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You can invest in a VoIP router, but it would really depend on the number of lines your company has, how well your service is working and the requirements for your equipment. When you have several lines, your Internet connection can become a bottleneck if it isn't fast enough. Think of a bunch of cars hitting a toll lane. The toll lane, like your router's outside line, becomes that bottleneck.
Voice packets and data packets are processed the same way if you don't have a VoIP router. When you do have a VoIP router, voice packets can be processed as a higher priority than other data. For most data, having to retransmit a packet or two doesn't matter. But in voice, those retransmissions can become audible, which is not a good thing and contributes to poor voice quality.
Some voice services, like Skype, don't have priority over voice on standard routers. For instance, if you are in a hotel and use Skype to call home, those packets leave the hotel router just like an Internet search request. If you imagine the toll booth again, police cars are prioritized to go to the front of the line. In a VoIP router, the same thing happens -- the voice packets go first.
Some equipment manufacturers recommend buying a VoIP router, or at least upgrading your router if it is quality of service aware. It's important to note that just because a router has the capability, depending on its software, the ability to prioritize voice traffic may not be activated. You can find this out pretty quickly by trying to assign voice traffic higher priority. If an error message pops up or the functionality is unavailable, the router can't prioritize voice.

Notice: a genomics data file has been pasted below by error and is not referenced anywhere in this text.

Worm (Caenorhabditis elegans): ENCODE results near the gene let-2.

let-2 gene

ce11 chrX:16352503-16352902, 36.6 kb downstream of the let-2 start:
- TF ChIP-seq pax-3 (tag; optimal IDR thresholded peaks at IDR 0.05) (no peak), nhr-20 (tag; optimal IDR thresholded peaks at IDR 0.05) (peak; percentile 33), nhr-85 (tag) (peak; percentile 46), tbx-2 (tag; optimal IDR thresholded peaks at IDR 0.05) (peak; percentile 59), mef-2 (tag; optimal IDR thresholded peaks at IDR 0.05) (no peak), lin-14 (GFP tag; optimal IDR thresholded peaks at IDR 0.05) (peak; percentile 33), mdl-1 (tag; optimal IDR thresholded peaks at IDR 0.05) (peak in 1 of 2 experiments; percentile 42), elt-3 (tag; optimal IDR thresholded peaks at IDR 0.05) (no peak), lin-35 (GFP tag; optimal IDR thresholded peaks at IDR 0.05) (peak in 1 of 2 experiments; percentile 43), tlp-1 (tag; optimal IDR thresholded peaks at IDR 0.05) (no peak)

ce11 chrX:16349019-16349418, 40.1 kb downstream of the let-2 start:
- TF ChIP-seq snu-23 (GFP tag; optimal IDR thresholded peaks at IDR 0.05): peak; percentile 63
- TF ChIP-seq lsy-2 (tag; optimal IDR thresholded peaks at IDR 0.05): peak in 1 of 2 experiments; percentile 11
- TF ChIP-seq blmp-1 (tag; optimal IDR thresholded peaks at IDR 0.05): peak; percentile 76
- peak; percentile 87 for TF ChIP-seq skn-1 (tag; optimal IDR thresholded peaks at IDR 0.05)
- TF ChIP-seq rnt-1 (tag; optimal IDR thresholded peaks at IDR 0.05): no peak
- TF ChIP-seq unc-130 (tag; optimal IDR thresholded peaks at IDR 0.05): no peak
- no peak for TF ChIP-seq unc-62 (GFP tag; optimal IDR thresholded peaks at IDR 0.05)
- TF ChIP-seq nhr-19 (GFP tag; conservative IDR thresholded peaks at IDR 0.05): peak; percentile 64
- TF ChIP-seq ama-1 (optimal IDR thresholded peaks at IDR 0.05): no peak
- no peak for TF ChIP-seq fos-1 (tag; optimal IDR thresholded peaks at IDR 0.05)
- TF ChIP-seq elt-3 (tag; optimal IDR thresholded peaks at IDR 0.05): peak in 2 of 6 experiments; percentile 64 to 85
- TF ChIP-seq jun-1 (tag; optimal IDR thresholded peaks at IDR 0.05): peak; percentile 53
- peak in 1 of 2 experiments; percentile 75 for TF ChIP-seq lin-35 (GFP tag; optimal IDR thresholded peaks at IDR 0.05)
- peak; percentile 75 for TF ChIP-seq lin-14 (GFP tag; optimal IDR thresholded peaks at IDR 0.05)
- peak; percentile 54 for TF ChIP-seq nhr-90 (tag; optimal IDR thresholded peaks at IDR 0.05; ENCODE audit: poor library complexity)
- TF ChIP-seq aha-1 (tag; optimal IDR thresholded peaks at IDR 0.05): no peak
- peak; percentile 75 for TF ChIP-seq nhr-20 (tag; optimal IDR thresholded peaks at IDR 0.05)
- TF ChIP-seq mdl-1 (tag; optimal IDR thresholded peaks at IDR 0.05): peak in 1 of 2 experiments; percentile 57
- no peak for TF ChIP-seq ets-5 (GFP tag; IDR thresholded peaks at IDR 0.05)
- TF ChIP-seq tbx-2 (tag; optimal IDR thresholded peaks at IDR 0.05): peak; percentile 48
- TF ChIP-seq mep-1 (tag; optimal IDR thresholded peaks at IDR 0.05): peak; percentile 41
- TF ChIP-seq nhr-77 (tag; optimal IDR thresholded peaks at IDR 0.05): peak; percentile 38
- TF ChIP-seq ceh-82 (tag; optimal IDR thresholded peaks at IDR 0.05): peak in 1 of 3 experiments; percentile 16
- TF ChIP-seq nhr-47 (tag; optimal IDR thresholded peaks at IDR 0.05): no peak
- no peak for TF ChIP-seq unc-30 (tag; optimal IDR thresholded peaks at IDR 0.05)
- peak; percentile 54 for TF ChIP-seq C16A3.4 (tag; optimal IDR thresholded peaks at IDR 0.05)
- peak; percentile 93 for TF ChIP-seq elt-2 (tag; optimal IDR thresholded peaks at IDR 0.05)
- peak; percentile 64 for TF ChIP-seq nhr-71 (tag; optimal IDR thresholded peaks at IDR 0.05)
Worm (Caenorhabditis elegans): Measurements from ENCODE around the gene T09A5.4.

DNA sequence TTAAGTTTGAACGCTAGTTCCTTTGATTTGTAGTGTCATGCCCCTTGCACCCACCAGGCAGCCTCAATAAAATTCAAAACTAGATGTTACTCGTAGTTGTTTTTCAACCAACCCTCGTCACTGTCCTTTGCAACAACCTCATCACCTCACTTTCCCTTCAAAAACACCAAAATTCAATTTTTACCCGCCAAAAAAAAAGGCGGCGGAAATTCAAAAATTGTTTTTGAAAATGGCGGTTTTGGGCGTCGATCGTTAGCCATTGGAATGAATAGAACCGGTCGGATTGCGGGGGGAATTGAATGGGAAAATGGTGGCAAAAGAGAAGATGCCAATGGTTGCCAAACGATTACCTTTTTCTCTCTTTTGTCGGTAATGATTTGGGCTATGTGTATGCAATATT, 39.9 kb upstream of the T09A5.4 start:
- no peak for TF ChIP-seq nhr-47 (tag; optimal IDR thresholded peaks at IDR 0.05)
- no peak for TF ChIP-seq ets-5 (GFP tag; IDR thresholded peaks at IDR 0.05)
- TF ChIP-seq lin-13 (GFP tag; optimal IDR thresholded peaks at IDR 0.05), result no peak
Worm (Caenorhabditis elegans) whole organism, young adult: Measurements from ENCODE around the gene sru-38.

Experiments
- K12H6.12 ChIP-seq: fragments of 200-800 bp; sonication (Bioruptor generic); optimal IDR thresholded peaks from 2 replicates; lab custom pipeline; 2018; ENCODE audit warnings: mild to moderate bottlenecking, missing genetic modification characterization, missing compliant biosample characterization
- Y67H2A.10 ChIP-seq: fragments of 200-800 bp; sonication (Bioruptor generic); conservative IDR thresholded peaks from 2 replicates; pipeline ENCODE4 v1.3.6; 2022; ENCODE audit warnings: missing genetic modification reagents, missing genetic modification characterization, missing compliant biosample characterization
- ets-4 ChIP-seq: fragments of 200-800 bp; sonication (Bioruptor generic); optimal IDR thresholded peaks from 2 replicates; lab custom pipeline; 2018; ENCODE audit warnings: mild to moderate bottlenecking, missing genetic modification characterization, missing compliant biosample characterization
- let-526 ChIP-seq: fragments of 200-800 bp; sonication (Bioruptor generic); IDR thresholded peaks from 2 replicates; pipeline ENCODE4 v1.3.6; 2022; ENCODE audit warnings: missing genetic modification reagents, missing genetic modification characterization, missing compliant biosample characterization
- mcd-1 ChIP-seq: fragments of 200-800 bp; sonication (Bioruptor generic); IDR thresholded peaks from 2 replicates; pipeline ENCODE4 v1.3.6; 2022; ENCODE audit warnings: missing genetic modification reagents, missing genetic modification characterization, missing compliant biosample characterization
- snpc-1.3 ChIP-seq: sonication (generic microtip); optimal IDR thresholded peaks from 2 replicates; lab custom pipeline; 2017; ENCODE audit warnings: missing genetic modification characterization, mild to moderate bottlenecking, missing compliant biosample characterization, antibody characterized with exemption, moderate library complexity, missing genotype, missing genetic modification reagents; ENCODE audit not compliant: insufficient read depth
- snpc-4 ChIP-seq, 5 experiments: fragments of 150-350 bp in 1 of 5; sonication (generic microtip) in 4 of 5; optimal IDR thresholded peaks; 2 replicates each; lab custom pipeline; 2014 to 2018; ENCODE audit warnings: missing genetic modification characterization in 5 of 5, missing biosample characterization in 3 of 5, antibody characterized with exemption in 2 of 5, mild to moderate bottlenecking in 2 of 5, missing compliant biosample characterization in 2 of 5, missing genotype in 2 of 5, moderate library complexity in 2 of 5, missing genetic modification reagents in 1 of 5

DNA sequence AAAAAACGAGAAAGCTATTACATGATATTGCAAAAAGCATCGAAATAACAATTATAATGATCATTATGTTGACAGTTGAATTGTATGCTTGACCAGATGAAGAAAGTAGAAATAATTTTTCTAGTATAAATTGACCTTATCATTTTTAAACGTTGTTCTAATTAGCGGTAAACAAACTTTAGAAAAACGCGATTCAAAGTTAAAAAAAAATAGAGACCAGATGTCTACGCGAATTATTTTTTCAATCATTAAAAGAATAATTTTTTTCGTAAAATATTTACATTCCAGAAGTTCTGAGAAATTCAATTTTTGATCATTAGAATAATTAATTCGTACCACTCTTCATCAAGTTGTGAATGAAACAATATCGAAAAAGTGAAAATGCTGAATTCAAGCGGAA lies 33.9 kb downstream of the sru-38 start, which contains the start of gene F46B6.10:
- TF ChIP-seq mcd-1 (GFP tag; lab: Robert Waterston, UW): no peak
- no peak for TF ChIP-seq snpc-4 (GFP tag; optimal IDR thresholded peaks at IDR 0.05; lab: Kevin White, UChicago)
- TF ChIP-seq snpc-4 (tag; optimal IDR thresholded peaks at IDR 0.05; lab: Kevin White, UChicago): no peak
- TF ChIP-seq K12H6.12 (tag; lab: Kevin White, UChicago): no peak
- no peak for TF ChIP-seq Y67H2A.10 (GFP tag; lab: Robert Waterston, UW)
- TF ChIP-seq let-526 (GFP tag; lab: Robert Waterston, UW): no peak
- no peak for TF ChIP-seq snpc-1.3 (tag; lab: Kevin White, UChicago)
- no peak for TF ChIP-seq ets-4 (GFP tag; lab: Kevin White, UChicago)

Finally, you need to be sure that your Internet circuit is good enough for what you are doing. A number of options exist. If the circuit's capacity is too small, it won't matter what you do with your VoIP router to speed things up.
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VoIP traffic management and prioritization
Five steps to prepare for VoIP traffic
Updating QoS for VoIP traffic
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